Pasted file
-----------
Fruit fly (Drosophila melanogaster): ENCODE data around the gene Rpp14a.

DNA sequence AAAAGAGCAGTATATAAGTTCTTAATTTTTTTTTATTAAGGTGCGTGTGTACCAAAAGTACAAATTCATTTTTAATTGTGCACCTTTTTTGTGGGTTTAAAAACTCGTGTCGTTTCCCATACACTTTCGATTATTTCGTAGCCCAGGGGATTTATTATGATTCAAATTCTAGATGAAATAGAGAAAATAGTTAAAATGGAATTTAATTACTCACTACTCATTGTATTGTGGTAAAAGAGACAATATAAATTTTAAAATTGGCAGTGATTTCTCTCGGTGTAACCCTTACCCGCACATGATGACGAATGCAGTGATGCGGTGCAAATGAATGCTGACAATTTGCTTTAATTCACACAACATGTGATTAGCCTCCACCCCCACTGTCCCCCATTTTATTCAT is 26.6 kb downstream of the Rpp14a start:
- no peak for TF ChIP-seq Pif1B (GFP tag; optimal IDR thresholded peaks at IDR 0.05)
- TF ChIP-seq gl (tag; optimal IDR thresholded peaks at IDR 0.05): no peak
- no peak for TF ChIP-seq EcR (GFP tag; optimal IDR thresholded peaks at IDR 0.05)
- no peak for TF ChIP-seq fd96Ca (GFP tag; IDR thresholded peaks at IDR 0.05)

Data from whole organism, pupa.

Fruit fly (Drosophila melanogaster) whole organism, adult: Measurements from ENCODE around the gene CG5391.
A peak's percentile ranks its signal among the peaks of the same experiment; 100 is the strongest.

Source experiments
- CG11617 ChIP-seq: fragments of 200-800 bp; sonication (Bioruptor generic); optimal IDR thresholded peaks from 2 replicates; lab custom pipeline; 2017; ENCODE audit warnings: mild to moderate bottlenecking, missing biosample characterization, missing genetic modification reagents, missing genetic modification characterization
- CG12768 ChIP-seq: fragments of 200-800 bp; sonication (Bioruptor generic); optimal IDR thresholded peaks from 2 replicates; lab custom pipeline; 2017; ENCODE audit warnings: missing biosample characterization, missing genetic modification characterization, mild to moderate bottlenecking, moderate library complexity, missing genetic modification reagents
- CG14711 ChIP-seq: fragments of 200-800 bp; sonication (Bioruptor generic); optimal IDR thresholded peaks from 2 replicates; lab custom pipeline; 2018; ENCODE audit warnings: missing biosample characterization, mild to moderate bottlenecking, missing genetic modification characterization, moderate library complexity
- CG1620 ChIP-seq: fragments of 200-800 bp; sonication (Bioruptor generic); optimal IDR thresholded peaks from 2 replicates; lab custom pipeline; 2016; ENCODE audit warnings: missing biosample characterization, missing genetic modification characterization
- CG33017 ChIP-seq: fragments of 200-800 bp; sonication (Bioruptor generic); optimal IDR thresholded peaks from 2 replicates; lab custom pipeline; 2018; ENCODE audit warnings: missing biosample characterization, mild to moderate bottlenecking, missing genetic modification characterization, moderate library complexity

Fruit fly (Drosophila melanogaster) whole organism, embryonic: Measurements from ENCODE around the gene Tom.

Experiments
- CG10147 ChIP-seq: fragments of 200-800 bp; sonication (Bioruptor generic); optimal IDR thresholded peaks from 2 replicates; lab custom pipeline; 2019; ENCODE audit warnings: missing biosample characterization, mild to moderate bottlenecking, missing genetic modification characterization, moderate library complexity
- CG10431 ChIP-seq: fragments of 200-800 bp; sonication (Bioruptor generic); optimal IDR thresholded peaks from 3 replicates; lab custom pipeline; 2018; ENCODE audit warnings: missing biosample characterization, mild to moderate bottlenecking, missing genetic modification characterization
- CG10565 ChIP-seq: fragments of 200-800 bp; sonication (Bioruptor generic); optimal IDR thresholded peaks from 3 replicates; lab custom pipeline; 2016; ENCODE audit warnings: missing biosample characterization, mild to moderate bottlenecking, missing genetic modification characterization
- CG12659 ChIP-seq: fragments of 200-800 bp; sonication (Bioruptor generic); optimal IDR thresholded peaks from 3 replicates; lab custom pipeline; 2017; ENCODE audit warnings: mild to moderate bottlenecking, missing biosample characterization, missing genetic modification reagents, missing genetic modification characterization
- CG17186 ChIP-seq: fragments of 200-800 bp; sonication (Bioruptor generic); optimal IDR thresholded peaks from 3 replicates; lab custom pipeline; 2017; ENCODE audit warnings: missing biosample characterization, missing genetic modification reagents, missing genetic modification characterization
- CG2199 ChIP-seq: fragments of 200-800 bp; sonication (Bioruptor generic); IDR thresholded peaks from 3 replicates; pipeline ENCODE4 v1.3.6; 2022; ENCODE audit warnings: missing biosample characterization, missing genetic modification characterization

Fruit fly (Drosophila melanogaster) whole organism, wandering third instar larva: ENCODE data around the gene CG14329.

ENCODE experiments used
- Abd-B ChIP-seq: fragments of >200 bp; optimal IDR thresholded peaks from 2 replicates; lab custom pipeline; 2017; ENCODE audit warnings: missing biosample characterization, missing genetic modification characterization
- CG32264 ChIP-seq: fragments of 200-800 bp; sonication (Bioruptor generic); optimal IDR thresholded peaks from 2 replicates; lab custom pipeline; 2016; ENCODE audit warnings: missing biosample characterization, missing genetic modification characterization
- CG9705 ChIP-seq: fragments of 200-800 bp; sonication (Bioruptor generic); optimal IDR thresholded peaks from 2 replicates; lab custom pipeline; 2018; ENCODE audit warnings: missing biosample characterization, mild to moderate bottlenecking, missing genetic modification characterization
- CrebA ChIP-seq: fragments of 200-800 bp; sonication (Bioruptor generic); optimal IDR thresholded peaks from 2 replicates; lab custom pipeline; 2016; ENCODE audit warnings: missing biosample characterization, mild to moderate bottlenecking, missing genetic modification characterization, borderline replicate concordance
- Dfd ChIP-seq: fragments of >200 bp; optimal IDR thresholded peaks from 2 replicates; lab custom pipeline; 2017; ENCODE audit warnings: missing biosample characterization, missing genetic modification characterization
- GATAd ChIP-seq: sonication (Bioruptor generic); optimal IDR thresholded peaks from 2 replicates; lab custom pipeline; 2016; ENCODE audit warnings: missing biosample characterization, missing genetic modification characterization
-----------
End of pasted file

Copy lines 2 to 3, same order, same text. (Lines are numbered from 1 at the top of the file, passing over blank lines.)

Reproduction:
DNA sequence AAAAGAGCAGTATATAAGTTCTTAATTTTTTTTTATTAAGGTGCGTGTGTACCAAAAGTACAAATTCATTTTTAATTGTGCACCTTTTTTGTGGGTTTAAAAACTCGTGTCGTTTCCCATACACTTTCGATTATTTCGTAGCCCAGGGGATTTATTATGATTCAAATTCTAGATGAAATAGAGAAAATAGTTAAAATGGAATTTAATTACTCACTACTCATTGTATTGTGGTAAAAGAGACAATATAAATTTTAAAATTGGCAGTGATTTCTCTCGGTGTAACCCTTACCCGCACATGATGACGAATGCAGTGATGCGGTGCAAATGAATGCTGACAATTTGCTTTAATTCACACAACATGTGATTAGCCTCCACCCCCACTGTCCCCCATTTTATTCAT is 26.6 kb downstream of the Rpp14a start:
- no peak for TF ChIP-seq Pif1B (GFP tag; optimal IDR thresholded peaks at IDR 0.05)